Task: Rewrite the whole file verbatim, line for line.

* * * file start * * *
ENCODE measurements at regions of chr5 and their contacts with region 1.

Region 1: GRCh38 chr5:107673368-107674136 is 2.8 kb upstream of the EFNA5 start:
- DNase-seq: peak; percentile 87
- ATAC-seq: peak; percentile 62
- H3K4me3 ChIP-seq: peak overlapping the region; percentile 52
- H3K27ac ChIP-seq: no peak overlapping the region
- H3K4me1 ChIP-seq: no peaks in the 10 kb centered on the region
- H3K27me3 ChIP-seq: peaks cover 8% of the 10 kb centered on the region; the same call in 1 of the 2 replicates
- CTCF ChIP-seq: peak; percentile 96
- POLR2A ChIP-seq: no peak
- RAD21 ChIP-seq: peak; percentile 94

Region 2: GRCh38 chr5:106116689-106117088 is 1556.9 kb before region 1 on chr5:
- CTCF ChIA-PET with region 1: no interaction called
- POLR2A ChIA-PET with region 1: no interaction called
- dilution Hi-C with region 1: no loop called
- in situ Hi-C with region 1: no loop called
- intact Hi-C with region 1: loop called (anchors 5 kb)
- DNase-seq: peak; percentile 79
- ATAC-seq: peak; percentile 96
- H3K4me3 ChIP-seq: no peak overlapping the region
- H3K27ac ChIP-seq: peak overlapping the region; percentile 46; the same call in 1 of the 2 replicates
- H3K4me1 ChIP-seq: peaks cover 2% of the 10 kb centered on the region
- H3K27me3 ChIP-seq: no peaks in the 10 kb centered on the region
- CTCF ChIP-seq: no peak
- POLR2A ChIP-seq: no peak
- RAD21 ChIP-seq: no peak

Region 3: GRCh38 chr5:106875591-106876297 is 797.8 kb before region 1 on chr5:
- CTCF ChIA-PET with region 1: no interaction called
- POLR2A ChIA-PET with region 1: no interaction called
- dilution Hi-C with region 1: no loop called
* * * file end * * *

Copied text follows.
ENCODE measurements at regions of chr5 and their contacts with region 1.

Region 1: GRCh38 chr5:107673368-107674136 is 2.8 kb upstream of the EFNA5 start:
- DNase-seq: peak; percentile 87
- ATAC-seq: peak; percentile 62
- H3K4me3 ChIP-seq: peak overlapping the region; percentile 52
- H3K27ac ChIP-seq: no peak overlapping the region
- H3K4me1 ChIP-seq: no peaks in the 10 kb centered on the region
- H3K27me3 ChIP-seq: peaks cover 8% of the 10 kb centered on the region; the same call in 1 of the 2 replicates
- CTCF ChIP-seq: peak; percentile 96
- POLR2A ChIP-seq: no peak
- RAD21 ChIP-seq: peak; percentile 94

Region 2: GRCh38 chr5:106116689-106117088 is 1556.9 kb before region 1 on chr5:
- CTCF ChIA-PET with region 1: no interaction called
- POLR2A ChIA-PET with region 1: no interaction called
- dilution Hi-C with region 1: no loop called
- in situ Hi-C with region 1: no loop called
- intact Hi-C with region 1: loop called (anchors 5 kb)
- DNase-seq: peak; percentile 79
- ATAC-seq: peak; percentile 96
- H3K4me3 ChIP-seq: no peak overlapping the region
- H3K27ac ChIP-seq: peak overlapping the region; percentile 46; the same call in 1 of the 2 replicates
- H3K4me1 ChIP-seq: peaks cover 2% of the 10 kb centered on the region
- H3K27me3 ChIP-seq: no peaks in the 10 kb centered on the region
- CTCF ChIP-seq: no peak
- POLR2A ChIP-seq: no peak
- RAD21 ChIP-seq: no peak

Region 3: GRCh38 chr5:106875591-106876297 is 797.8 kb before region 1 on chr5:
- CTCF ChIA-PET with region 1: no interaction called
- POLR2A ChIA-PET with region 1: no interaction called
- dilution Hi-C with region 1: no loop called